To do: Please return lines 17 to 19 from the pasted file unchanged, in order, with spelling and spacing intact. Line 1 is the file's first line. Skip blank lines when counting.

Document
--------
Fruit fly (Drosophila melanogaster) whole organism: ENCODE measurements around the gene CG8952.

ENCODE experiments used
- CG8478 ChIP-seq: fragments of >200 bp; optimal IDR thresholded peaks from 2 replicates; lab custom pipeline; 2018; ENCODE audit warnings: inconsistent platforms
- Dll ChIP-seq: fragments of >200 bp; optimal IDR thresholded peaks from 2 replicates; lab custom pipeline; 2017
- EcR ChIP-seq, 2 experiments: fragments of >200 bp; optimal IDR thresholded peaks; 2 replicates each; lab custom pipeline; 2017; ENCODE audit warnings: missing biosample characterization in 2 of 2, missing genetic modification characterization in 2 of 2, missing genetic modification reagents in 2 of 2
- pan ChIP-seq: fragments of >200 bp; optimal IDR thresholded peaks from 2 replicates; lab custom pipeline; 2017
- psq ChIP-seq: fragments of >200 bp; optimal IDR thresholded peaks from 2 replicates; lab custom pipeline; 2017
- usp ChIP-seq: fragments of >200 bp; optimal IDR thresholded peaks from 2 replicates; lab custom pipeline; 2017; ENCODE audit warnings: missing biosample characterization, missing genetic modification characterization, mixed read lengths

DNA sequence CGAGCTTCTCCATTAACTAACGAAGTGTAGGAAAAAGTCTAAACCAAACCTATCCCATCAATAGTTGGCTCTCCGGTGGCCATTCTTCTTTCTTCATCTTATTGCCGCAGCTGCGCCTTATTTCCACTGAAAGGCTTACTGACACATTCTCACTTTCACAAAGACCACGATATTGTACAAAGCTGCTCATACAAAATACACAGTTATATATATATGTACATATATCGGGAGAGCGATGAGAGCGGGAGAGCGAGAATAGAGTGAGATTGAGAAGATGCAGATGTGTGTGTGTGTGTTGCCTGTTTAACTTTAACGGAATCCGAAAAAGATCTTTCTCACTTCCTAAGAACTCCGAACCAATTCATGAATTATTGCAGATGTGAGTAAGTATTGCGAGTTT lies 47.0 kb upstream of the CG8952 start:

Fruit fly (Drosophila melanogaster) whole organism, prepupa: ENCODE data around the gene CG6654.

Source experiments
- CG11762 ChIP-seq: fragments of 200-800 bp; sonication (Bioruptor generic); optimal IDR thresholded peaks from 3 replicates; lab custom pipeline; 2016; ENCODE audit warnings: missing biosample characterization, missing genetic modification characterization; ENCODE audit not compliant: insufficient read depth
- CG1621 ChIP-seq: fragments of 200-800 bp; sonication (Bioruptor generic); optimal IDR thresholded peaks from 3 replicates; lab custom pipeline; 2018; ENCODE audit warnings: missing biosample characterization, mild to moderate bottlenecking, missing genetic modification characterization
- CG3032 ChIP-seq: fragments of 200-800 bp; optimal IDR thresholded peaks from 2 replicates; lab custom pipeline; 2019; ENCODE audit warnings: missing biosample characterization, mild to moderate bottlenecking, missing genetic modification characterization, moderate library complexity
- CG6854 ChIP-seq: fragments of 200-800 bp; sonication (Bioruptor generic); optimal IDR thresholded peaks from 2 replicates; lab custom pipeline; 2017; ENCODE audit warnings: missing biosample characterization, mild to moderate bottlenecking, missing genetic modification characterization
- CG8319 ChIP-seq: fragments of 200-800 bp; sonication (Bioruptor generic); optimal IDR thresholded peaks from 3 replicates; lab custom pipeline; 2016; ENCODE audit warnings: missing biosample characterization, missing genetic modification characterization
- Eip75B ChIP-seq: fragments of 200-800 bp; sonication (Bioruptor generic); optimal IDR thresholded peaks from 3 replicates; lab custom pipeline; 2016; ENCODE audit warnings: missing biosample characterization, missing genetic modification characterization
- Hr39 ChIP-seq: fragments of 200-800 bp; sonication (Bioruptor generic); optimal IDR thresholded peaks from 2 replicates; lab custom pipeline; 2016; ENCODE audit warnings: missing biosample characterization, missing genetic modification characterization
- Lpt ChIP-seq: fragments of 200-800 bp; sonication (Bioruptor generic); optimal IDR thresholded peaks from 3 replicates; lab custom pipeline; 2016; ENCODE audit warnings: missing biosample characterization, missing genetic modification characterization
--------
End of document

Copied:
- Eip75B ChIP-seq: fragments of 200-800 bp; sonication (Bioruptor generic); optimal IDR thresholded peaks from 3 replicates; lab custom pipeline; 2016; ENCODE audit warnings: missing biosample characterization, missing genetic modification characterization
- Hr39 ChIP-seq: fragments of 200-800 bp; sonication (Bioruptor generic); optimal IDR thresholded peaks from 2 replicates; lab custom pipeline; 2016; ENCODE audit warnings: missing biosample characterization, missing genetic modification characterization
- Lpt ChIP-seq: fragments of 200-800 bp; sonication (Bioruptor generic); optimal IDR thresholded peaks from 3 replicates; lab custom pipeline; 2016; ENCODE audit warnings: missing biosample characterization, missing genetic modification characterization